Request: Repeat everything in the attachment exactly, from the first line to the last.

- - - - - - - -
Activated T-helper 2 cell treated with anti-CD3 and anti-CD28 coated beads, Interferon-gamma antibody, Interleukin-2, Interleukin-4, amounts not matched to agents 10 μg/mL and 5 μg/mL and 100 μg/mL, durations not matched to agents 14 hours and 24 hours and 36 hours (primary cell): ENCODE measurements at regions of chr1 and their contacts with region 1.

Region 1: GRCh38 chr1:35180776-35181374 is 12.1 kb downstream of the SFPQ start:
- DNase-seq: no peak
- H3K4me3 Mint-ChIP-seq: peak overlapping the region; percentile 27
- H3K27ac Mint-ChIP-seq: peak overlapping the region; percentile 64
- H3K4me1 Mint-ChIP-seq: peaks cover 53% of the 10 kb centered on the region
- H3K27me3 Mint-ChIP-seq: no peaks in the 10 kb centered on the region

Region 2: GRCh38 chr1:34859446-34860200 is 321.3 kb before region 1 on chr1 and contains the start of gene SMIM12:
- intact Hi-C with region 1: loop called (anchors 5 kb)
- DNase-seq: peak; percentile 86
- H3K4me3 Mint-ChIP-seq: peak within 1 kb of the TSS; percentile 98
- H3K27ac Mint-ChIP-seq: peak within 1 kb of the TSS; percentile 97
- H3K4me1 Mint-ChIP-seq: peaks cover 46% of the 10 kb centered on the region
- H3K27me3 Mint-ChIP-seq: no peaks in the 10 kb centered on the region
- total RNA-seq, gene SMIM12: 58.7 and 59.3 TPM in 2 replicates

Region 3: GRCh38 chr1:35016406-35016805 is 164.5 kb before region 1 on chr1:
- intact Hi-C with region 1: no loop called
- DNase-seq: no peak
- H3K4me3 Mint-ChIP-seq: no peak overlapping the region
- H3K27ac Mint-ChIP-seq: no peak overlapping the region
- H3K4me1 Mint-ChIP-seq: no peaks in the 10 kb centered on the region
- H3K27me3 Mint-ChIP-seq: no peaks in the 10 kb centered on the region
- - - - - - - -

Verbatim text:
Activated T-helper 2 cell treated with anti-CD3 and anti-CD28 coated beads, Interferon-gamma antibody, Interleukin-2, Interleukin-4, amounts not matched to agents 10 μg/mL and 5 μg/mL and 100 μg/mL, durations not matched to agents 14 hours and 24 hours and 36 hours (primary cell): ENCODE measurements at regions of chr1 and their contacts with region 1.

Region 1: GRCh38 chr1:35180776-35181374 is 12.1 kb downstream of the SFPQ start:
- DNase-seq: no peak
- H3K4me3 Mint-ChIP-seq: peak overlapping the region; percentile 27
- H3K27ac Mint-ChIP-seq: peak overlapping the region; percentile 64
- H3K4me1 Mint-ChIP-seq: peaks cover 53% of the 10 kb centered on the region
- H3K27me3 Mint-ChIP-seq: no peaks in the 10 kb centered on the region

Region 2: GRCh38 chr1:34859446-34860200 is 321.3 kb before region 1 on chr1 and contains the start of gene SMIM12:
- intact Hi-C with region 1: loop called (anchors 5 kb)
- DNase-seq: peak; percentile 86
- H3K4me3 Mint-ChIP-seq: peak within 1 kb of the TSS; percentile 98
- H3K27ac Mint-ChIP-seq: peak within 1 kb of the TSS; percentile 97
- H3K4me1 Mint-ChIP-seq: peaks cover 46% of the 10 kb centered on the region
- H3K27me3 Mint-ChIP-seq: no peaks in the 10 kb centered on the region
- total RNA-seq, gene SMIM12: 58.7 and 59.3 TPM in 2 replicates

Region 3: GRCh38 chr1:35016406-35016805 is 164.5 kb before region 1 on chr1:
- intact Hi-C with region 1: no loop called
- DNase-seq: no peak
- H3K4me3 Mint-ChIP-seq: no peak overlapping the region
- H3K27ac Mint-ChIP-seq: no peak overlapping the region
- H3K4me1 Mint-ChIP-seq: no peaks in the 10 kb centered on the region
- H3K27me3 Mint-ChIP-seq: no peaks in the 10 kb centered on the region